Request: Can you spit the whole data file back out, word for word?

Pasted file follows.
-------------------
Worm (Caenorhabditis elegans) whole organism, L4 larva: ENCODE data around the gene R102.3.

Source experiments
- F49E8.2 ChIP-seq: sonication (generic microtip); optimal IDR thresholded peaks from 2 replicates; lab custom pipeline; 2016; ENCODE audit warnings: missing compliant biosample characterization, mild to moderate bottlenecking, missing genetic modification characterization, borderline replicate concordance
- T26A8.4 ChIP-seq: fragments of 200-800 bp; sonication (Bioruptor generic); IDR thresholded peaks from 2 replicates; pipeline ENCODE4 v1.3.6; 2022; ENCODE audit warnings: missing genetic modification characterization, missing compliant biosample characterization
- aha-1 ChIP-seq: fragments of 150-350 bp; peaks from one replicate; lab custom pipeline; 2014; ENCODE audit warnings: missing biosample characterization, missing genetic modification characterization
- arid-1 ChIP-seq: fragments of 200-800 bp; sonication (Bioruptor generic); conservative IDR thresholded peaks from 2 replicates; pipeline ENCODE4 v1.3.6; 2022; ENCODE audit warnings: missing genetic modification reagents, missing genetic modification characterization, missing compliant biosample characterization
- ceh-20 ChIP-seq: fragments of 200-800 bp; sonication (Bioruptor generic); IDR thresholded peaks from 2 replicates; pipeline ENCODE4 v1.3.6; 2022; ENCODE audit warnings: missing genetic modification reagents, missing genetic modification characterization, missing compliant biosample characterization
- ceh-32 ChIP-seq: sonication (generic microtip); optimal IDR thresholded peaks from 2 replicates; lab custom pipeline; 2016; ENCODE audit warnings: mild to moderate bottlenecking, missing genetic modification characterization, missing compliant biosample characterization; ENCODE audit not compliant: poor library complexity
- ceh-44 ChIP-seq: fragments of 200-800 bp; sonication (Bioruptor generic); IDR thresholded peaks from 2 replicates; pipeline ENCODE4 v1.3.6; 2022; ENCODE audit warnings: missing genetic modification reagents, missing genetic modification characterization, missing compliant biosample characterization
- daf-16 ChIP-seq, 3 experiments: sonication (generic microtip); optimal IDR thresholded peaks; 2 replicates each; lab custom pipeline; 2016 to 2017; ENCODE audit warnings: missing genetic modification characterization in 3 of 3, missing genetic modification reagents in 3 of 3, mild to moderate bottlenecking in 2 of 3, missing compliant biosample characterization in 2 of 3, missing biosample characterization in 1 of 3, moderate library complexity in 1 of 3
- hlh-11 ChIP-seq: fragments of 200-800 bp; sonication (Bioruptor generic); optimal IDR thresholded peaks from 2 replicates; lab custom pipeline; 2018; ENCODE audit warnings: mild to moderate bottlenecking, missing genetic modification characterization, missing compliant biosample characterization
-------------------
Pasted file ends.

Worm (Caenorhabditis elegans) whole organism, L4 larva: ENCODE data around the gene R102.3.

Source experiments
- F49E8.2 ChIP-seq: sonication (generic microtip); optimal IDR thresholded peaks from 2 replicates; lab custom pipeline; 2016; ENCODE audit warnings: missing compliant biosample characterization, mild to moderate bottlenecking, missing genetic modification characterization, borderline replicate concordance
- T26A8.4 ChIP-seq: fragments of 200-800 bp; sonication (Bioruptor generic); IDR thresholded peaks from 2 replicates; pipeline ENCODE4 v1.3.6; 2022; ENCODE audit warnings: missing genetic modification characterization, missing compliant biosample characterization
- aha-1 ChIP-seq: fragments of 150-350 bp; peaks from one replicate; lab custom pipeline; 2014; ENCODE audit warnings: missing biosample characterization, missing genetic modification characterization
- arid-1 ChIP-seq: fragments of 200-800 bp; sonication (Bioruptor generic); conservative IDR thresholded peaks from 2 replicates; pipeline ENCODE4 v1.3.6; 2022; ENCODE audit warnings: missing genetic modification reagents, missing genetic modification characterization, missing compliant biosample characterization
- ceh-20 ChIP-seq: fragments of 200-800 bp; sonication (Bioruptor generic); IDR thresholded peaks from 2 replicates; pipeline ENCODE4 v1.3.6; 2022; ENCODE audit warnings: missing genetic modification reagents, missing genetic modification characterization, missing compliant biosample characterization
- ceh-32 ChIP-seq: sonication (generic microtip); optimal IDR thresholded peaks from 2 replicates; lab custom pipeline; 2016; ENCODE audit warnings: mild to moderate bottlenecking, missing genetic modification characterization, missing compliant biosample characterization; ENCODE audit not compliant: poor library complexity
- ceh-44 ChIP-seq: fragments of 200-800 bp; sonication (Bioruptor generic); IDR thresholded peaks from 2 replicates; pipeline ENCODE4 v1.3.6; 2022; ENCODE audit warnings: missing genetic modification reagents, missing genetic modification characterization, missing compliant biosample characterization
- daf-16 ChIP-seq, 3 experiments: sonication (generic microtip); optimal IDR thresholded peaks; 2 replicates each; lab custom pipeline; 2016 to 2017; ENCODE audit warnings: missing genetic modification characterization in 3 of 3, missing genetic modification reagents in 3 of 3, mild to moderate bottlenecking in 2 of 3, missing compliant biosample characterization in 2 of 3, missing biosample characterization in 1 of 3, moderate library complexity in 1 of 3
- hlh-11 ChIP-seq: fragments of 200-800 bp; sonication (Bioruptor generic); optimal IDR thresholded peaks from 2 replicates; lab custom pipeline; 2018; ENCODE audit warnings: mild to moderate bottlenecking, missing genetic modification characterization, missing compliant biosample characterization